Published On: 14 June 2024Tags:

Earlier this week, we attended a private screening of ‘Daughters’, a documentary following four young girls and their imprisoned fathers preparing for a daddy-daughter dance. The dance marked the conclusion of their 12-week Date with Dad fatherhood programme in a Washington D.C. jail. The film provides an honest insight into the devastating effects of incarceration on parent-child relationships, and how vital familial bonds are to successful community reintegration and desistance from crime. 

We were fortunate to be joined by the directors of the film, Angela Patton and Natalie Rae. Patton developed the Date with Dad programme and is CEO for the nonprofit organisation Girls for a Change, which strives to empower Black girls. Her work aligns strongly with the Fathers Together study being conducted in partnership with the Race Equality Foundation, CNWL NHS Trust, and other academic institutions. The study aims to create a parenting programme for young fathers in prison in England and Wales.

In a pre-screening discussion, Dr Anita Mehay, co-lead for the study, noted similarities in the experience of imprisoned fathers and their families within UK and US prisons. These include punitive approaches, restricted visitation, inconsistent family support, and racial disparity. Jabeer Butt (OBE), CEO of the Race Equality Foundation, further stressed the role of racial prejudice across the criminal justice system, leading to disproportionately represented Black, Asian and minority ethnic groups.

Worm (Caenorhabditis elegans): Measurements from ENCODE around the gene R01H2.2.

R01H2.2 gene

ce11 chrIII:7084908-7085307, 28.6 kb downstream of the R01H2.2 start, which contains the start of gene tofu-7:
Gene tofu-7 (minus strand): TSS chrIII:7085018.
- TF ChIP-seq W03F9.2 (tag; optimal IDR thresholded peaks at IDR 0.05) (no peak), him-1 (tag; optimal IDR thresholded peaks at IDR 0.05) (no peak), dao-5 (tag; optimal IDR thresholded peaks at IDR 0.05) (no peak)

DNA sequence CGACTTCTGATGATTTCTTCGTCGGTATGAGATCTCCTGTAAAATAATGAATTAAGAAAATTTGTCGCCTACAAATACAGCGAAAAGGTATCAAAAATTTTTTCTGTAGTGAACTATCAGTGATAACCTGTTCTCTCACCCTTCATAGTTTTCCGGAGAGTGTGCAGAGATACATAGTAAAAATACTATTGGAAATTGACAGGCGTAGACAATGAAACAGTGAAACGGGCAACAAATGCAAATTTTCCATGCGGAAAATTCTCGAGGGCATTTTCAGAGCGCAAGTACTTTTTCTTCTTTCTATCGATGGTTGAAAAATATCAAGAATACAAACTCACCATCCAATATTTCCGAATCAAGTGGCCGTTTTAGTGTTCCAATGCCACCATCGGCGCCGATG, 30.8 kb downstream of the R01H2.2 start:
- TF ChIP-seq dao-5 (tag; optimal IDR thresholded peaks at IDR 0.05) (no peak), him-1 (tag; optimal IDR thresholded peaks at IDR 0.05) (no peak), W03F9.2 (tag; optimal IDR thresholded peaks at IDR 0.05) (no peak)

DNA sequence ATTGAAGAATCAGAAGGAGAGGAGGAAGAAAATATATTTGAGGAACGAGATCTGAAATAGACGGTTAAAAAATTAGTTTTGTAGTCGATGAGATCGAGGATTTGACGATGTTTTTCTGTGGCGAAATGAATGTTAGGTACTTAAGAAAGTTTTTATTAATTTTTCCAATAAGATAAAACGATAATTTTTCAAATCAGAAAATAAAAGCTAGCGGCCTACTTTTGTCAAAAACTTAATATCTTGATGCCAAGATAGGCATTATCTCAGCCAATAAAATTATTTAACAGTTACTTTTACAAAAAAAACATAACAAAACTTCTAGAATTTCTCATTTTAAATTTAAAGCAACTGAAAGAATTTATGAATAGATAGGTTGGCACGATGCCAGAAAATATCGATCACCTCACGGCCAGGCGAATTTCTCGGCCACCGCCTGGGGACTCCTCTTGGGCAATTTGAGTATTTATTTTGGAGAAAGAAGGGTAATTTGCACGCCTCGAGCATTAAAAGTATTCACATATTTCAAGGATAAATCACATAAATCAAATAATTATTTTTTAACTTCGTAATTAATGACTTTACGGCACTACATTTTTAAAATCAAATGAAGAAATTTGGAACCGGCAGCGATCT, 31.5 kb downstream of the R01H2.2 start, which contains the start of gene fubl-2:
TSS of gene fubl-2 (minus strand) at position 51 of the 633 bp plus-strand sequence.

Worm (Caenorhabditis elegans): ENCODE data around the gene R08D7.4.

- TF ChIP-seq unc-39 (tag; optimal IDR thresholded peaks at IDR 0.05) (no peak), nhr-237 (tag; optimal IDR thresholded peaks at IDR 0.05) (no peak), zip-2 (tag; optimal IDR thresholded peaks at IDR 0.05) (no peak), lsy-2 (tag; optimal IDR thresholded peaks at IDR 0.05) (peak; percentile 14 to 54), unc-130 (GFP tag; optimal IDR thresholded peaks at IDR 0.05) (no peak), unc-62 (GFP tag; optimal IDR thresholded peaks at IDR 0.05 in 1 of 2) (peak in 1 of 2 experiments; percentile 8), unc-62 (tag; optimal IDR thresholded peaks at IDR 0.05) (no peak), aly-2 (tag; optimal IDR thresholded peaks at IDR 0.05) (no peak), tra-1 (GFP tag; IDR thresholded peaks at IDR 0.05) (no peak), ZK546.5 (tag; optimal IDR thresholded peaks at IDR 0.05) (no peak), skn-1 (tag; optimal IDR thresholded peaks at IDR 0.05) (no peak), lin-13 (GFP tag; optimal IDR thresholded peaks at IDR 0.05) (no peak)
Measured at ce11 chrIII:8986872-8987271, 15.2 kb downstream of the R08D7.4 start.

‘Daughters’ shows the girls trying to navigate strained relationships with their fathers in prison. Although the film touches on the complex relationships with the mothers of the children, the father-daughter bond remains at the forefront. The girls express both excitement and uncertainty for the dance, some hesitant to engage with a father they have no memory of. For most, this will be the only chance to have physical contact with their fathers for years, since policy changes reduced in-person visits. 

In the film, Patton highlights the importance of consistency, even with the barriers of imprisonment. The fathers’ commitment to the programme gives hope that their love for their daughters will be a motivator for change. In fact, 95% of fathers who complete the programme do not return to jail. The emotional reunion and the palpable joy at the dance demonstrate the need for human touch that prisons typically deny. For a short time, you forget where they are. The image of smiling girls in their sparkly dresses, patiently waiting to be searched at the prison entrance, however, will stay with you for a while longer.

As the audience emotionally recovered, Roifield Brown led a post-screening discussion with the Fathers Together public involvement group members present. Each spoke about their experience as a young father in prison. One father wanted to teleport home to hug his children after the documentary made him realise the pain he had caused. Another shared he never hugged anyone during his 10-year prison sentence and used a smuggled phone to read bedtime stories to his children. Collectively, they described the film as ‘really powerful’, ‘overwhelming’, and an ‘emotional rollercoaster ride’. As they aptly put, they ‘know what it’s like for those dads to sit there’. They expressed that taking part in a group with shared experience gave them ‘permission to be vulnerable’ and ‘where they come from, vulnerability is a weakness, but now it’s a strength.’

With Father’s Day this weekend, we are reminded that thousands of children will be unable to celebrate with their fathers in prison. ‘Daughters’ emphasises the power of family relationships for effective rehabilitation. We must shift the narrative that ‘prisoner’ and ‘good father’ are mutually exclusive labels, and instead provide support for both to be possible.

‘Daughters’ will soon be available on Netflix August 14.

Further information about the documentary can be found here: and the Fathers Together study here: